Spring and a Bellbird.
August 31st, 2017
Always intensely social; constantly displaying, playing, grooming and singing.
Budgies were the first birds I ever kept as a child and regardless of how commonplace they may be they still are magically diverting.
Yes I have a problem...I like chickens. Just watching them poke about when ranging free is obscurely relaxing for me.
These snaps were taken with our teeny Canon S95 pocket camera; I like it's noise character which is very 'film-like' to my eyes. It's the last of the S models with an old-tech CCD sensor, you can pick them up for around $100NZ currently and they're only going down from there. And it really does fit in your pocket, even the pockets of my skinny pants.
I might do a mini review of it as part of my Obsolete and Inexpensive series.
Kereru (Hemiphaga novaeseelandiae)
A massive, clumsy and slightly dim tropical fruit pigeon that anomalously is found in our cool temperate southern beech forests ( and also in the gardens and parks of cities and suburbs, if they have desirable food sources such as our bird-plum tree here).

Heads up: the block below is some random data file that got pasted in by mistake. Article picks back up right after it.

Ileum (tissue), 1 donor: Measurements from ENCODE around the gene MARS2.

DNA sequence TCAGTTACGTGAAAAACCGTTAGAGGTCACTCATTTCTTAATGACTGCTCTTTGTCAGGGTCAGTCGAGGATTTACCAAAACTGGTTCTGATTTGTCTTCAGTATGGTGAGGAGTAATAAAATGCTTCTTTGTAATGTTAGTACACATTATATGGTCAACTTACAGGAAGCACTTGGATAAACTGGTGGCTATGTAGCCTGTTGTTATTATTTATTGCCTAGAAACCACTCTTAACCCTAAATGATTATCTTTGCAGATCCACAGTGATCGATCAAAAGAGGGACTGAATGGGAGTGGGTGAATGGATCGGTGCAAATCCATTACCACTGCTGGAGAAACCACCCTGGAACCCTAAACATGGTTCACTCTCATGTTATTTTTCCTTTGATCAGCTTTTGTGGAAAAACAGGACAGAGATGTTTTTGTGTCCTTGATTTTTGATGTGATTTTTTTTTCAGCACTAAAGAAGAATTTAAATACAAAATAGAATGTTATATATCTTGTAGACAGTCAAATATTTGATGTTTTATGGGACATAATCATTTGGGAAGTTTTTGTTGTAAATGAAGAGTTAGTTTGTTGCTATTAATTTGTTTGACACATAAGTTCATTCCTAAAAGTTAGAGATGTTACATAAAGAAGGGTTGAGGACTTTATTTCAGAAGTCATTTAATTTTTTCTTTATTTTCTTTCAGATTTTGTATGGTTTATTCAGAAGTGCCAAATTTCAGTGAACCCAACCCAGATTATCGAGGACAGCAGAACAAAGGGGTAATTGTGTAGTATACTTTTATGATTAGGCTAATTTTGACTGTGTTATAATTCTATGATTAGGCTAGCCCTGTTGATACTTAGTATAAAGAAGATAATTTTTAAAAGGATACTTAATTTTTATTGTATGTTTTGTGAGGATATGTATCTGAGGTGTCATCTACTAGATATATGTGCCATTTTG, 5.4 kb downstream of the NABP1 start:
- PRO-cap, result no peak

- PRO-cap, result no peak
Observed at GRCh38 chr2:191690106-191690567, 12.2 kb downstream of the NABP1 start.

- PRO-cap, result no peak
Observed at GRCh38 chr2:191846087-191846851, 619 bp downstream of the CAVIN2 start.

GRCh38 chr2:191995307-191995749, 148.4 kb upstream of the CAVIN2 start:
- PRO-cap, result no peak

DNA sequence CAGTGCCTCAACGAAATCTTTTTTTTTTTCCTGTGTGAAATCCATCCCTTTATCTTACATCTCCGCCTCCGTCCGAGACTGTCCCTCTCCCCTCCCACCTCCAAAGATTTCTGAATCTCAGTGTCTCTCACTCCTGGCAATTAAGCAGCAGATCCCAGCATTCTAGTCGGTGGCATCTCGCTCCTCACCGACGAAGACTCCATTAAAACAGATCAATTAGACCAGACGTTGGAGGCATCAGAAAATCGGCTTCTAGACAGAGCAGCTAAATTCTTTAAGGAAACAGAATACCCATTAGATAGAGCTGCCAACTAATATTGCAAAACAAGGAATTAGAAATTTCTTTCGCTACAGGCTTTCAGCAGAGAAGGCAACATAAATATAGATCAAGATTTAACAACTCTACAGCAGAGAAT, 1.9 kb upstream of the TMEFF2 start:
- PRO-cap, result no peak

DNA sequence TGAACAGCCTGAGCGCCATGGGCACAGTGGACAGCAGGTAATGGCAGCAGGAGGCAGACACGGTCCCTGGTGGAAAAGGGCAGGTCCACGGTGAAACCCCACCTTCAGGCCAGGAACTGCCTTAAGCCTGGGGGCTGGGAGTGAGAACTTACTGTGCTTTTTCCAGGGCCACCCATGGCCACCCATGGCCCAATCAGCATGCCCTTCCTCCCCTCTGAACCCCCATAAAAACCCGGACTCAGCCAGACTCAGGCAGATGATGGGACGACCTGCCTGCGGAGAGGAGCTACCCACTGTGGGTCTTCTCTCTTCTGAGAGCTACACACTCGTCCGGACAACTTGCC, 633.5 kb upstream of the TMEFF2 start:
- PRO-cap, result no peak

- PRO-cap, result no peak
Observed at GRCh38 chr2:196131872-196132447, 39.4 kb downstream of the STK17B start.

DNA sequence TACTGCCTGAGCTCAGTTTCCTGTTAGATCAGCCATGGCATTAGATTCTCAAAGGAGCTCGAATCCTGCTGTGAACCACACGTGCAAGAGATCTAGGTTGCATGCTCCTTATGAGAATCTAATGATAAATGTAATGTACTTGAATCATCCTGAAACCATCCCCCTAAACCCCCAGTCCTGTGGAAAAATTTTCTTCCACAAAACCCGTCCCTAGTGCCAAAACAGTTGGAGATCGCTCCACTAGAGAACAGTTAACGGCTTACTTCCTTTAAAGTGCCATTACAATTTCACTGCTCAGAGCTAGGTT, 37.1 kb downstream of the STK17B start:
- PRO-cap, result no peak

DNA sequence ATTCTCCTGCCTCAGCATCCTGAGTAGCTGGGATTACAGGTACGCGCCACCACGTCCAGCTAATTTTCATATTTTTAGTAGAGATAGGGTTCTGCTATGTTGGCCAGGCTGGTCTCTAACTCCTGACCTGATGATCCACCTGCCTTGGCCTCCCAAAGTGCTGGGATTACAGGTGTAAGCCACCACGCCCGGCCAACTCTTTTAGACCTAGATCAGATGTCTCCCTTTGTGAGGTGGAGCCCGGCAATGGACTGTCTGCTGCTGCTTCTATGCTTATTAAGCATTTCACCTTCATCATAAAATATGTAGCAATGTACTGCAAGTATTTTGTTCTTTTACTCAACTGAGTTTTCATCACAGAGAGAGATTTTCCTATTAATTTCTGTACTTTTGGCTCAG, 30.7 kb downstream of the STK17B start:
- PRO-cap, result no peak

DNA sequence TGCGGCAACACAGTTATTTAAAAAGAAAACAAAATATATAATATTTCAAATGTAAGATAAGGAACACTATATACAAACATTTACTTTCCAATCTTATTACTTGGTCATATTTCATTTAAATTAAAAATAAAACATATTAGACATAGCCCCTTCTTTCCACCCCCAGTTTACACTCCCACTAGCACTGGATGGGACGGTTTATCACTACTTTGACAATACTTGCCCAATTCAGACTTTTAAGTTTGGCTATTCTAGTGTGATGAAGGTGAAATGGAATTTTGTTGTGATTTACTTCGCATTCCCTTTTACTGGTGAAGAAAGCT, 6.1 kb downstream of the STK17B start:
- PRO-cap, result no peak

They were heavily hunted in the nineteenth and early twentieth centuries but have made a pretty good comeback in some areas in spite of their low rate of reproduction, particularly down south.
They're much more critically endangered in Northland however; the introduced Australian brush-tailed possum is everywhere a problem for them.
Often you are unaware there's one roosting above until the characteristic head-bob or soft, deep and short 'coo' draws your attention.
Or a bit of crashing physical incompetence :-)
We're lucky to have them.
Return of the Fantail
One of a series of early shots I took with my, fresh out of the courier box, Tamron 70-300 vc zoom on the D300.
I still haven't used this lens all that much, but I'm very impressed with it; particularly since mine was quite a modest price on the second hand market.
I used the Nik plugin 'Vivesa' to selectively bump up the exposure on this wee guy whilst leaving the background untouched.
The weather has been so mild and dry that we have had a good breeding season for these tiny personable flycatchers.